Nearly two-and-a-half years after 10 Barrel Brewing Co. was acquired by Anheuser-Busch InBev, the Bend, Oregon-headquartered brewery is finally nestled snugly into the global beer giant’s craft and import focused High End division.
With the transition complete and several multi-million dollar expansion projects concluding this spring, 10 Barrel’s founders say they’re finally fully focused on the business of making and selling beer and expanding their reach.
The challenge for 10 Barrel and A-B, however, will be figuring out how the brewery’s action and outdoor sports brand identity — exemplified by the company’s commitment to giving employees a day off to hit the slopes when it snows more than 6 inches on Mt. Bachelor and buying company snowmobiles for its workers to ride — will resonate with consumers in Southern California, Chicago, New York and other parts of the country.
Earlier this month, Anheuser-Busch invited Brewbound and several other beer writers to Bend for a behind-the-scenes look at 10 Barrel’s expansion as well as to glean insight into its sales and marketing strategy from its three founders, twin brothers Chris and Jeremy Cox and Garrett Wales.
“We don’t have any distractions this year,” co-founder Chris Cox told Brewbound. “So it’s really just getting back to the basics and doing what we like to do.”
Those basics include a “methodical” on-premise rollout of the brewery’s flagship Joe and Apocalypse IPAs into 31 states, according to Adam Warrington, a spokesman with The High End.
“We’ll start by taking Joe and Apocalypse [IPAs] on draft and seeing how they resonate,” Warrington said. “Then maybe bring other beers in or package as well.”
“A lot of us like Joe better, but the Apocalypse is still our workhorse,” Jeremy Cox told Brewbound. He added that the company sells four times more Apocalypse than Joe.
“It’s not like we’re going to go in and try to fill every Safeway and Albertsons,” 10 Barrel brewmaster Jimmy Seifrit told Brewbound. “What we’re going to try to do is piecemeal and build every place up at a time.”
This year’s forecast also calls for more of the Crush series of fruit-flavored sour beers as the current incarnations, Raspberry and Cucumber, have each proven popular.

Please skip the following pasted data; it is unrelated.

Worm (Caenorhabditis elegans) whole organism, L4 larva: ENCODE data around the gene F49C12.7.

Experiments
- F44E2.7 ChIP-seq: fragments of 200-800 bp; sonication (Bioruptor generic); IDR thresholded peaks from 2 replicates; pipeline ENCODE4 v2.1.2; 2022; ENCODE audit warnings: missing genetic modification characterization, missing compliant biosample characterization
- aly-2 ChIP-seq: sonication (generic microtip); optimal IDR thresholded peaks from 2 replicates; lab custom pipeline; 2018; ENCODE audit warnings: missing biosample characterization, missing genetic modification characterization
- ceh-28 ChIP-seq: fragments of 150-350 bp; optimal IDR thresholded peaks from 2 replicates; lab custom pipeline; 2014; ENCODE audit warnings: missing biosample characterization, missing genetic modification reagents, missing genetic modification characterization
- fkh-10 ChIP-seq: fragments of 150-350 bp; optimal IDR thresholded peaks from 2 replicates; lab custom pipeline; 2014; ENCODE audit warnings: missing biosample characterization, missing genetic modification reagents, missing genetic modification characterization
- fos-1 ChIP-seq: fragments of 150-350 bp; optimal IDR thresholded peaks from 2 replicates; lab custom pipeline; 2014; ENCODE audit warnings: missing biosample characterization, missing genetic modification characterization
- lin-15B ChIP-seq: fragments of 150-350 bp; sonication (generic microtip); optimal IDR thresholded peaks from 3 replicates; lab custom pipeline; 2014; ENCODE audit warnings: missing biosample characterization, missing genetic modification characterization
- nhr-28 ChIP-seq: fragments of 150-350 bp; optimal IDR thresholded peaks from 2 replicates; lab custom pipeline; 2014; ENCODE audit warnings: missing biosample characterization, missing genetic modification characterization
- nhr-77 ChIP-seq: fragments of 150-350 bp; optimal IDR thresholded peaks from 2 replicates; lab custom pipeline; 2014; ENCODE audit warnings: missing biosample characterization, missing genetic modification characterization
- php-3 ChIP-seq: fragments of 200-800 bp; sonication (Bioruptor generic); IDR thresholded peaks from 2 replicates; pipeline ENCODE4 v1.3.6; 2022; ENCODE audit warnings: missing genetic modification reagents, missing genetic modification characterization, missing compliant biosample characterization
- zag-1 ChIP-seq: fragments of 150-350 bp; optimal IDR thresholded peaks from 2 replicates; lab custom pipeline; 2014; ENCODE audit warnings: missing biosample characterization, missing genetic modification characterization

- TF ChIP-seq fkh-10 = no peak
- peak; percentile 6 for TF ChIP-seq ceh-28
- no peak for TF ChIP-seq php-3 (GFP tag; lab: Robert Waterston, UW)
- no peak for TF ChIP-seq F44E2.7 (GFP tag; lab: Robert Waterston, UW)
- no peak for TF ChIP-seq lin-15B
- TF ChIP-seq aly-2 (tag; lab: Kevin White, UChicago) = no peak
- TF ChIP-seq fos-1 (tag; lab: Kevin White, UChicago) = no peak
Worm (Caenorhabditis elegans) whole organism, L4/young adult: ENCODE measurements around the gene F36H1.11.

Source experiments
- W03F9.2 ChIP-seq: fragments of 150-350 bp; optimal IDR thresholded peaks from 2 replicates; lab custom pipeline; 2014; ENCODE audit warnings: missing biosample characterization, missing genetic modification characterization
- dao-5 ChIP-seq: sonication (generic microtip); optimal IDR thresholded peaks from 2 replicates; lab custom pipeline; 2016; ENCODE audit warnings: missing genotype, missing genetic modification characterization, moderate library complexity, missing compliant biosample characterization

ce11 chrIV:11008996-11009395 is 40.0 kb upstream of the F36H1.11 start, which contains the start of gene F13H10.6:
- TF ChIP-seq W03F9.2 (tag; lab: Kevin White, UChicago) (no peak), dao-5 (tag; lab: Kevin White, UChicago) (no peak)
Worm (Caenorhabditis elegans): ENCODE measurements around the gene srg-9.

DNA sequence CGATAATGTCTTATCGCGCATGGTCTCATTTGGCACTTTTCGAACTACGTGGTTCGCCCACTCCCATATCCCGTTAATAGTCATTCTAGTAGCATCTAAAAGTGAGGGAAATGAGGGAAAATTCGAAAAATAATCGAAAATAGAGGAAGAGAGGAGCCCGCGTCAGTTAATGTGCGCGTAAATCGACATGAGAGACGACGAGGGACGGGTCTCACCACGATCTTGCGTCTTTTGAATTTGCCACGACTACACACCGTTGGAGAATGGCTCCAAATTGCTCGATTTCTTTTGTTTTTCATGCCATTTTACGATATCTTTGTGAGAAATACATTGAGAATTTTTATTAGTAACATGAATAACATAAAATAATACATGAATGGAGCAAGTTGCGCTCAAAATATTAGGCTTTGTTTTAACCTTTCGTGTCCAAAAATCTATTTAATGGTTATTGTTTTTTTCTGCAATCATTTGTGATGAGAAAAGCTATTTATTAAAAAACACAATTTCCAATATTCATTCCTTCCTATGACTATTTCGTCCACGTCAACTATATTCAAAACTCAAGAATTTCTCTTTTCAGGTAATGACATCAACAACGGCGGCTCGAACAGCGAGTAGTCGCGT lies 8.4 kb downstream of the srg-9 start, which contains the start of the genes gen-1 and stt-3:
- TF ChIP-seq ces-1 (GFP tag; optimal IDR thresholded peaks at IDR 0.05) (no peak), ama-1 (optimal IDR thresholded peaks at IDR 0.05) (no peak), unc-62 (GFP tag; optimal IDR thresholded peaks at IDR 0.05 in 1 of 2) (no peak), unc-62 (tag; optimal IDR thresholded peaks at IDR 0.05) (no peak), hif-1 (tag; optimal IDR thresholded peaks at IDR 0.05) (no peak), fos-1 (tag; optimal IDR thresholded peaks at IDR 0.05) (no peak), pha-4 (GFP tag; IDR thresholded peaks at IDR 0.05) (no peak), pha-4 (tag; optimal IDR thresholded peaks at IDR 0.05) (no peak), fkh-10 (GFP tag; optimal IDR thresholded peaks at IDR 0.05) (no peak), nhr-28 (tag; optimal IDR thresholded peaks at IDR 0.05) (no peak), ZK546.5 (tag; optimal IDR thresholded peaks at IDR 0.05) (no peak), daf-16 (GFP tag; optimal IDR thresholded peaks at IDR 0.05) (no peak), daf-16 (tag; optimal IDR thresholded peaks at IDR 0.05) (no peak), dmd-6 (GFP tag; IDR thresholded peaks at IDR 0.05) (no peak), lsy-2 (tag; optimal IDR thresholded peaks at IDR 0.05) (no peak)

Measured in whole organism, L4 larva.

A-B’s High End team will take the lead on introducing the 10 Barrel brand into new markets.
“That’s really where A-B helps us out a lot,” said Jeremy Cox. “I think we have 200 and some wholesalers who are carrying our beer in select markets around the United States and … really we’ve seen a lot of growth there. We never thought this would happen three years ago. We’re selling beer on the East Coast, which is really cool.”
Even with the expanded footprint, 10 Barrel’s primary focus will be trained on “organic growth” in its “home” markets, Jeremy Cox said, which it has built through brewpubs in craft-centric beer markets such as Bend, Portland, Denver, Boise and now San Diego, where the company plans to open a fifth brewpub in the hyper-competitive craft beer mecca by mid-April.
10 Barrel is admittedly trying to build a foothold by localizing its brand to build its distribution footprint, 10 Barrel co-founder Garrett Wales told Brewbound. However, the markets it enters are some of the most challenging in the craft beer marketplace.
“Hang ‘em and bang ‘em and see what happens,” 10 Barrel co-founder Garrett Wales told Brewbound. “We know we have a brew team that can put beer out that can compete anywhere in the world and that’s why those are fun markets for us to be in.”
“If this were about making money, we wouldn’t put a pub in Portland, Denver and San Diego,” Chris Cox added. “That’s not the easiest road of resistance for white space and gaps, if you’re looking at it from a business standpoint. For us, it’s really about putting ourselves in the best beer markets in the U.S., and on the West Coast, and seeing how we do.”